They say some people see the world through rose-colored glasses.
As it turns out, you can also see it through Peace Corps Goggles.
‘Peace Corps Goggles’ are legendary around these parts. A sad truth of service, at some point every volunteer will find the haze of Africa obscuring what really is.
Unlike Beer Goggles, Peace Corps Goggles don’t just tint your choice of romantic partner—lucky for us, a whole slew of bad choices can stem from PCGs.
Peace Corps Goggles are on when you squeeze between two big fat mamis in a rusted-out beater as it’s leaving and between gasps of air proclaim yourself so lucky for catching the car as it was pulling out.
Peace Corps Goggles are on when the idea of digging through piles of used clothes in a Cameroonian market place now seems like a fun girls day out.
Peace Corps Goggles are on when you wonder how your training group got so many attractive members of the opposite sex, and how did you not notice them during your first few months together.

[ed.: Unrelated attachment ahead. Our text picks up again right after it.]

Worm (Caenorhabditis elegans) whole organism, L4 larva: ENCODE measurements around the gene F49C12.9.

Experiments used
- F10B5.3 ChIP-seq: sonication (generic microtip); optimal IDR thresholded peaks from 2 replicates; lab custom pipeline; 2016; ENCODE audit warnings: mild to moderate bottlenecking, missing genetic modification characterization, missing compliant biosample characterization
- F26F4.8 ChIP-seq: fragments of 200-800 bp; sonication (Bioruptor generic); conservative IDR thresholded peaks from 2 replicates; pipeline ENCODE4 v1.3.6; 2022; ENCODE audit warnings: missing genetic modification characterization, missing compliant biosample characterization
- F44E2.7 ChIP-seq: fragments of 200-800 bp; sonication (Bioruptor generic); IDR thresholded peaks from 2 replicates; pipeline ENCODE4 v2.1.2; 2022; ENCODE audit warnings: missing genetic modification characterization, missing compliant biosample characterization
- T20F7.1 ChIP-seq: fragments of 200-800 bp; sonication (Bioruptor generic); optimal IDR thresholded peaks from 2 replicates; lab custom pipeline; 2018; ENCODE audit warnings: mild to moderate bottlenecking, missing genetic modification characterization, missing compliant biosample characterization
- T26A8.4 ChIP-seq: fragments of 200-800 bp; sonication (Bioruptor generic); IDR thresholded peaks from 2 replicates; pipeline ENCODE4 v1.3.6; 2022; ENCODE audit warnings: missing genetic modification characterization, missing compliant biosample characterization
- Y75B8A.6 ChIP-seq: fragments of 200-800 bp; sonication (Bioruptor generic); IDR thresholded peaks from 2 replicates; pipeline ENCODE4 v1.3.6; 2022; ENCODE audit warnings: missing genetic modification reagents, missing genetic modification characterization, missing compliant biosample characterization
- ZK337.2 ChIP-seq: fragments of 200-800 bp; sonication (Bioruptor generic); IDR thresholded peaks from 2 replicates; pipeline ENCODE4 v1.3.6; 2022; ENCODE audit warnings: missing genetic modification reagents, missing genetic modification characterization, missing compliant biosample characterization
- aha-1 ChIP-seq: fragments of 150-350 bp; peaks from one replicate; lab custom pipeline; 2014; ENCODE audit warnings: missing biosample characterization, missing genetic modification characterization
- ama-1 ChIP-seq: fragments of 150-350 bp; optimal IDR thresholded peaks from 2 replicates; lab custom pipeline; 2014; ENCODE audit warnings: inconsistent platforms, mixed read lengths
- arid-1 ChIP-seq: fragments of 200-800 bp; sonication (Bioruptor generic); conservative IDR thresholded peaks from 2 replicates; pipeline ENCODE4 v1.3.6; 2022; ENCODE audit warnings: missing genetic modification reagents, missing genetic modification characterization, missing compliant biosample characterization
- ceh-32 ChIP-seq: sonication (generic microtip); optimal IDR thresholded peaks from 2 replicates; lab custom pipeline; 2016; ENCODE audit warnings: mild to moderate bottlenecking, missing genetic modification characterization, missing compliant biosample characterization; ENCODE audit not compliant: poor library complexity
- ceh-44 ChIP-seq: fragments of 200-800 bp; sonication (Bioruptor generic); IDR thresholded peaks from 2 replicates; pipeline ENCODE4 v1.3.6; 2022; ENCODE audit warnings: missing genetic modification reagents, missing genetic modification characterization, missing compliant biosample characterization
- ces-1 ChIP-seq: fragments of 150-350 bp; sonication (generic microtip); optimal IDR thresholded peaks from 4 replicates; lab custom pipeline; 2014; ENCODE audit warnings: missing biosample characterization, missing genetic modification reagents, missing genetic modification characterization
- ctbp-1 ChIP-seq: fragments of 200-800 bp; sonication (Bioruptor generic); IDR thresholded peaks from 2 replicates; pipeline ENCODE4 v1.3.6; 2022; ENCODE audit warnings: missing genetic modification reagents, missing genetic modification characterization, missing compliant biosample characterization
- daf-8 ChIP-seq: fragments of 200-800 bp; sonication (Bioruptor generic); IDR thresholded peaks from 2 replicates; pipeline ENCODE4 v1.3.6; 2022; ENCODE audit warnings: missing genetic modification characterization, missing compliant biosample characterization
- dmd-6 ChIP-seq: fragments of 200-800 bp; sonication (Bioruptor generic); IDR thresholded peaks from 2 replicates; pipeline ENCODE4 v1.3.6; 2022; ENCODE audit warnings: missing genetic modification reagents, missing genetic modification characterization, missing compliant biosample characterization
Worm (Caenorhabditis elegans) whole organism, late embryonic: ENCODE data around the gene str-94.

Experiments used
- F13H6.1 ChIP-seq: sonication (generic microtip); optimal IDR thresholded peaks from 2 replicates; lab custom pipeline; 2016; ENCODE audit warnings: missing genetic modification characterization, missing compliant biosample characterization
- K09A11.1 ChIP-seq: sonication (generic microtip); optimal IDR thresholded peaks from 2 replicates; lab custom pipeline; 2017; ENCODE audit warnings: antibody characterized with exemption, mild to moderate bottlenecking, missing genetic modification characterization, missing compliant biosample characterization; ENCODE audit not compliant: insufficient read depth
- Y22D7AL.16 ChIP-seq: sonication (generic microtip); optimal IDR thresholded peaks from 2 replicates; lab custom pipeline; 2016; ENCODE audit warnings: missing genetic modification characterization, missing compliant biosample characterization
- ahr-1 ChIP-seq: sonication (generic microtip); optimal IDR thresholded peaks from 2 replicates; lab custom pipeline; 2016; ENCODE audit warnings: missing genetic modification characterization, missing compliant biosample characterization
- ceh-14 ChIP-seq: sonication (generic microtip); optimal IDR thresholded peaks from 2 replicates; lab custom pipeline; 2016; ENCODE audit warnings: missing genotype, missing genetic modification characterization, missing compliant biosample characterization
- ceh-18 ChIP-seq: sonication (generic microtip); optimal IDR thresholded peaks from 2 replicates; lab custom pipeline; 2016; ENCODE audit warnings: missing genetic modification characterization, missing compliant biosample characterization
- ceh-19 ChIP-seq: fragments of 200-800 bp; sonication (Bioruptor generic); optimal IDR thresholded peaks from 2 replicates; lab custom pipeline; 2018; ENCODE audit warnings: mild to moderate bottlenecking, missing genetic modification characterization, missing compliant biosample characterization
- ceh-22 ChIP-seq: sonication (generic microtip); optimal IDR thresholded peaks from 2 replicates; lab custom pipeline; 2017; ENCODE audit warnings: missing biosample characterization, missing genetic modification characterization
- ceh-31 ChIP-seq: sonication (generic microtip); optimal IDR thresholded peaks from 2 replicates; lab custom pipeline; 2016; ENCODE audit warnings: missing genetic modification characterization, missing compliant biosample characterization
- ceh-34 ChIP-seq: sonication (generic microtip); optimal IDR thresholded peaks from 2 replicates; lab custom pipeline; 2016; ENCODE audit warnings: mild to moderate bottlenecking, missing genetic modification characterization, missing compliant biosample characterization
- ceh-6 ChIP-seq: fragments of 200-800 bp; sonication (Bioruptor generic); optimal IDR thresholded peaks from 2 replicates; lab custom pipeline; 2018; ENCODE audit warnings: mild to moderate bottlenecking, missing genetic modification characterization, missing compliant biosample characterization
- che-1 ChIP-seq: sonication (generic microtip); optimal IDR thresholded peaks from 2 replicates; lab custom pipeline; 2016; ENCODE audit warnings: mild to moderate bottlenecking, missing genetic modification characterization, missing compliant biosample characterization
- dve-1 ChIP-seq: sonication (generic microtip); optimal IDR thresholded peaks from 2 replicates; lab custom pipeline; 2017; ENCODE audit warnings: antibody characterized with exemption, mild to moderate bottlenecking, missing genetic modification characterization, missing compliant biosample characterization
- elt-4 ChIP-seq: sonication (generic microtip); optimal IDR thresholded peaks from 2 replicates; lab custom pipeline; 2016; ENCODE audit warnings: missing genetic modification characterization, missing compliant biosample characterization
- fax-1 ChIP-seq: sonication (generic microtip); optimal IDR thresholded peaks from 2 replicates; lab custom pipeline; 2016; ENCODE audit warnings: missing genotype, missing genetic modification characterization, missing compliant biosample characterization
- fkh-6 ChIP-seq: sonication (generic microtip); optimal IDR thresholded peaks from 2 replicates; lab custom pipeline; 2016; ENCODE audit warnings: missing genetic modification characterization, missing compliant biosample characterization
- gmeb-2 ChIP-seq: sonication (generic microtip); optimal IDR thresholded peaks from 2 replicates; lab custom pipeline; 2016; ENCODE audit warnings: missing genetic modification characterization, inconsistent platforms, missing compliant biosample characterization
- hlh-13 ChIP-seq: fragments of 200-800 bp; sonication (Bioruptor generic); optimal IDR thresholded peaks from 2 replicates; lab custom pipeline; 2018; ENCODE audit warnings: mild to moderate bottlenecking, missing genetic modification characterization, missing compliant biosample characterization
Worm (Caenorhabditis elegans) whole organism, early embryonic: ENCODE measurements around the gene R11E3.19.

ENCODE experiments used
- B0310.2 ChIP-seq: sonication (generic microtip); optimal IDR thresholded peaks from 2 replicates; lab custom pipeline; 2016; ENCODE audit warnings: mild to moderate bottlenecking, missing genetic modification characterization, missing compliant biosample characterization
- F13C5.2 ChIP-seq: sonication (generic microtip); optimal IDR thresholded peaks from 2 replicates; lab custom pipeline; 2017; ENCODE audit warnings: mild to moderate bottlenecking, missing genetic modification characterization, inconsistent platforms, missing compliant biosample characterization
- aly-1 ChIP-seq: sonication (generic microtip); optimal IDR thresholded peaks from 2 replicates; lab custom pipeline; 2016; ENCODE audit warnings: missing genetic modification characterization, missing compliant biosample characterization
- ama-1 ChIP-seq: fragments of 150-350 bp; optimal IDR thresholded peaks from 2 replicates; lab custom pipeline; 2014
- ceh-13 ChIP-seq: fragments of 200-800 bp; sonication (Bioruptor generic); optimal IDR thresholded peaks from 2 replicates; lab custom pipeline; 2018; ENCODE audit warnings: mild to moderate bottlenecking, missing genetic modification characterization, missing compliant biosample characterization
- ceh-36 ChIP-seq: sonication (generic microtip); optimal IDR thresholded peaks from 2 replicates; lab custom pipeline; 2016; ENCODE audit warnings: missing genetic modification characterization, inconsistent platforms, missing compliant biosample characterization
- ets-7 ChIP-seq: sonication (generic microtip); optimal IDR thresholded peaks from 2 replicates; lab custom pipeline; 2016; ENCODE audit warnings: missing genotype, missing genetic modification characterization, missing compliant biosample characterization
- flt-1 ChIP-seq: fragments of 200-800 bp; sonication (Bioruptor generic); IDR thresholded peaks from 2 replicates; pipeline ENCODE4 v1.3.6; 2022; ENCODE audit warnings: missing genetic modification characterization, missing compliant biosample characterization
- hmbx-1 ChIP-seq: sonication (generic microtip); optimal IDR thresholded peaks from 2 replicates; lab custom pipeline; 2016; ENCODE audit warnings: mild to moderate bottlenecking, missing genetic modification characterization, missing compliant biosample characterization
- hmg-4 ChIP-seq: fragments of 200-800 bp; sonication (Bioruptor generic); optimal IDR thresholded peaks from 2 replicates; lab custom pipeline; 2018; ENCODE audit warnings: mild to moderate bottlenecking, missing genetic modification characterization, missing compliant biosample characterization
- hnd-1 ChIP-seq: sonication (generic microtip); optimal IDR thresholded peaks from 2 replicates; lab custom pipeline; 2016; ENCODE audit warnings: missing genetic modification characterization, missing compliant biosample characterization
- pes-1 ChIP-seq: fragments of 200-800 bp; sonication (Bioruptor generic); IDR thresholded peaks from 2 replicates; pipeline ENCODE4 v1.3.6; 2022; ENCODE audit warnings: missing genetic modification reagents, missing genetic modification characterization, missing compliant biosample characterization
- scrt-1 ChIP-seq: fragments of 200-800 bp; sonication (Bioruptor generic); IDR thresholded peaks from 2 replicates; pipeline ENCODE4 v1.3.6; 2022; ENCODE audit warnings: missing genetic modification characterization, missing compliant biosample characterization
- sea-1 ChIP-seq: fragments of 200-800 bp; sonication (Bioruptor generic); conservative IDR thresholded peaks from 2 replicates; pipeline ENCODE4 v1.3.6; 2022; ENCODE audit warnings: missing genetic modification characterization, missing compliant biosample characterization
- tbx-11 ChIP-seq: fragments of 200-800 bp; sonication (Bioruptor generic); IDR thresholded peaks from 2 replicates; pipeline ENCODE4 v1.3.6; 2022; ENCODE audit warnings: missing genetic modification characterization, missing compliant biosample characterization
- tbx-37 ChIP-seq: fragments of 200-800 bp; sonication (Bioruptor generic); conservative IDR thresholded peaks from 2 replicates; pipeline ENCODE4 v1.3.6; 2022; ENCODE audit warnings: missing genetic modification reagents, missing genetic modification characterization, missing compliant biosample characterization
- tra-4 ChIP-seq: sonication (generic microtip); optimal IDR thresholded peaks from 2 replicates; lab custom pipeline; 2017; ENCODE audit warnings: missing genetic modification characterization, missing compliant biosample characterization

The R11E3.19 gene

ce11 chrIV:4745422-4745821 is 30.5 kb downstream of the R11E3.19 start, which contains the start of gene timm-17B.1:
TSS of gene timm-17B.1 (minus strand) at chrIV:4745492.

Peace Corps Goggles are on when you drop food on the dirty African floor and pick it up and pop it into your mouth.
Peace Corps Goggles are on the first time you throw on a caba (muumuu) and think ‘Damn, I look good’.
Peace Corps Goggles are on when you decide that you don’t need to wear deodorant, because you’re pretty sure you don’t smell that bad or sweat that much.
Peace Corps Goggles are on when you watch a three hour Nigerian movie and think “that was pretty good, I should pick up the five sequels…”
Peace Corps Goggles are on when swirling your clothes around in soapy well water probably means they’re clean enough.
Peace Corps Goggles are on when you smell what you think is coffee, but is actually burning trash.
Peace Corps Goggles are on when you’ve worked 12 hours and sincerely think it’s time for a very restful vacation after such a hard week.
I become more and more thankful for the journal I’m keeping here (outside of this blogging adventure I’m on), because it’s able to show me some of these changed perspectives in my own life. The first few pages of my journal are now hilarious to me—I’m shell shocked, confused, and barely able to breathe due to the Yaounde smog. I was alarmed at getting zapped by electronic, now a regular occurrence, and was pissed that the country didn’t have elevators and I was forced to climb the three flights of stairs in our hotel.
The weather was too hot. The music was too loud. Food was too spicy.
Now I sleep with two blankets in 78 degrees, blast music all day long, and take shots of hot sauce for fun.
Thanks, Peace Corps Goggles.